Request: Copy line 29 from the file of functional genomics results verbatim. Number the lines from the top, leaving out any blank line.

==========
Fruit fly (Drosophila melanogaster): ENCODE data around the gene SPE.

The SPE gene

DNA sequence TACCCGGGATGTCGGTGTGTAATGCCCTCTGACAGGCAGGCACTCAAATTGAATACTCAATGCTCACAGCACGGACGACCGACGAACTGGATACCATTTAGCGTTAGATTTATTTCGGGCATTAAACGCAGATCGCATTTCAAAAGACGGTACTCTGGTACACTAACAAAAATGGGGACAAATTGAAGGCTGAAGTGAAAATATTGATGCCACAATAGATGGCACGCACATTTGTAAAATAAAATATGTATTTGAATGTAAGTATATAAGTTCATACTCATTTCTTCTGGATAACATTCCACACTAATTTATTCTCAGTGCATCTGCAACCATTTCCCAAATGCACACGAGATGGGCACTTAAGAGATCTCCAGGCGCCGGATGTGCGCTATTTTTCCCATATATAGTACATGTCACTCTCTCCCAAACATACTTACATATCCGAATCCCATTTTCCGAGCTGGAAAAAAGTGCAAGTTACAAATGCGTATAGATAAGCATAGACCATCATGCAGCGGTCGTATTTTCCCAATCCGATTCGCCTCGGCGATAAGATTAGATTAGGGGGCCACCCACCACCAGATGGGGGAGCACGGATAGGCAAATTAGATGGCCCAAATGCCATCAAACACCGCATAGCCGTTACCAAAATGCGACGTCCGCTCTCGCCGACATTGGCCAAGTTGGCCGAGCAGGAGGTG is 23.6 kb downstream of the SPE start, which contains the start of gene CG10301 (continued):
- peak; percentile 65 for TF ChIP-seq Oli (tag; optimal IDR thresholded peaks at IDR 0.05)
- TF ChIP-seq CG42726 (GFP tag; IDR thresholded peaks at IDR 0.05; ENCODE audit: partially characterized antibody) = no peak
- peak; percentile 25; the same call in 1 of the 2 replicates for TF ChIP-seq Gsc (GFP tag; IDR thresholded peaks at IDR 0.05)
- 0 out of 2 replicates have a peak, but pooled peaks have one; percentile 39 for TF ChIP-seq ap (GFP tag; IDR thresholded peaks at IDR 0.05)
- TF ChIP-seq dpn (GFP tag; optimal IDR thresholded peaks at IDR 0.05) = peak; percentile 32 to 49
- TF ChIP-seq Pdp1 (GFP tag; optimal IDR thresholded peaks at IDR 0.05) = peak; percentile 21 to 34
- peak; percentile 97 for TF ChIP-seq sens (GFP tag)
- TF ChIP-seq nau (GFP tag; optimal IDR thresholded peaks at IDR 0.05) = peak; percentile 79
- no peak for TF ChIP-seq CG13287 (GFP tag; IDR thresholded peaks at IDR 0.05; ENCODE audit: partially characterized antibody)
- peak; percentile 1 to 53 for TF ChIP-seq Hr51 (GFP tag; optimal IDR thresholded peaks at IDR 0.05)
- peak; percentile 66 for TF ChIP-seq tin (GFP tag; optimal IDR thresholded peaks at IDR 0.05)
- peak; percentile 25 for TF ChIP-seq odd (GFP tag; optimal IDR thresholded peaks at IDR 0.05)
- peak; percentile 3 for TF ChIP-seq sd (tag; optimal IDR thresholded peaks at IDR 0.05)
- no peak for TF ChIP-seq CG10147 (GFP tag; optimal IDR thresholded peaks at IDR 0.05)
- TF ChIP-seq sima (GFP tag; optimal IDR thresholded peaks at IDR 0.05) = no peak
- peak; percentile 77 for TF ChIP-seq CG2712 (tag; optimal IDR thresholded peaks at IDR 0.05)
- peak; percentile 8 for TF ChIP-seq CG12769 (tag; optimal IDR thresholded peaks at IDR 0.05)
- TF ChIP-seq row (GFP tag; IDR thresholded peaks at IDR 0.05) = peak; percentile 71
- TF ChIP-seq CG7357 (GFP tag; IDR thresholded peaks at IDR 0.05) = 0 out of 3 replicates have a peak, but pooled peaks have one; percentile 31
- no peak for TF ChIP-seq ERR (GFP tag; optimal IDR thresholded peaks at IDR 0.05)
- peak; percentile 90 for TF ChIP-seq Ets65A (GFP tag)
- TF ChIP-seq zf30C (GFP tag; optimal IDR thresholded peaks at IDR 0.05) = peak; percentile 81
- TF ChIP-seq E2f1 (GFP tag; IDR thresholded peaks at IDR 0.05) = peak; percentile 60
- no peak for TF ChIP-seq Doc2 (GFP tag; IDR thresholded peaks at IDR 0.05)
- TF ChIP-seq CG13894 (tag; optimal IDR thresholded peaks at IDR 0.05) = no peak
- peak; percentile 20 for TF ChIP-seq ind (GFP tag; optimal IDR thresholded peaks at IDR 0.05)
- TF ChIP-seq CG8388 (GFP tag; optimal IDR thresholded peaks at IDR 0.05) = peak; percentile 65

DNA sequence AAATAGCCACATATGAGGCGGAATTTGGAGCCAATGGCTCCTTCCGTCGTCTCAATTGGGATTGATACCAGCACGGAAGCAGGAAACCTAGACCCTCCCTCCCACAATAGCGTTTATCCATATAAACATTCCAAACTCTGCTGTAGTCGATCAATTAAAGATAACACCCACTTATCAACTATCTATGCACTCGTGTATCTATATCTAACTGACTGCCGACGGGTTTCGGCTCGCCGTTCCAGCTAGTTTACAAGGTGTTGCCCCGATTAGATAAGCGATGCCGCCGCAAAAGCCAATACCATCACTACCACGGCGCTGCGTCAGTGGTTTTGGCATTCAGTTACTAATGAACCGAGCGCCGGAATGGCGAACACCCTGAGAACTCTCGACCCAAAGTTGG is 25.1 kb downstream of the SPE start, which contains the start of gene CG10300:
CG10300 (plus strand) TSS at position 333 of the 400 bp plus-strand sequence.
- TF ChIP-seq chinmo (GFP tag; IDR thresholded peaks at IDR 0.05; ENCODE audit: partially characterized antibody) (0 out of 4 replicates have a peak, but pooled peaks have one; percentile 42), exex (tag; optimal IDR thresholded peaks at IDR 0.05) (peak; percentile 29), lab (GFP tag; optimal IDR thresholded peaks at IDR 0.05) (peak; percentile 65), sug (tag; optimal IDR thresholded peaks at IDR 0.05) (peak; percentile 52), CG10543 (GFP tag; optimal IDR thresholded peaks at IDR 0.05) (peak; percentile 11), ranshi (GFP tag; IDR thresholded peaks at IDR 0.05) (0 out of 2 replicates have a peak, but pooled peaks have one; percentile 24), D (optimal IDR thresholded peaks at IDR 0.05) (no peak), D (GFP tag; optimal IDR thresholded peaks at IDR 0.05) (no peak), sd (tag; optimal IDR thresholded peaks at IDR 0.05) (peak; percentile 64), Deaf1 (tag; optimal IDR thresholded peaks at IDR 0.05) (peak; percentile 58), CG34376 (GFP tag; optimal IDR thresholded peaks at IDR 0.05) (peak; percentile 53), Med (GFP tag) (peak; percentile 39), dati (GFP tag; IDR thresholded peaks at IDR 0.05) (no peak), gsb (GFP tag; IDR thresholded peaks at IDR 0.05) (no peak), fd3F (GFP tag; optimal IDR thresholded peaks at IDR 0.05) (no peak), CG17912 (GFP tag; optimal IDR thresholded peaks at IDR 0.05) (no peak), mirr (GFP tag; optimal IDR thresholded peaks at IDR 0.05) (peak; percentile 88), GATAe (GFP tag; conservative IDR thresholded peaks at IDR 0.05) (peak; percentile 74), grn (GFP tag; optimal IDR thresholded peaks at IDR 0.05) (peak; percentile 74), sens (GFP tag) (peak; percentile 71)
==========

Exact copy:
- peak; percentile 20 for TF ChIP-seq ind (GFP tag; optimal IDR thresholded peaks at IDR 0.05)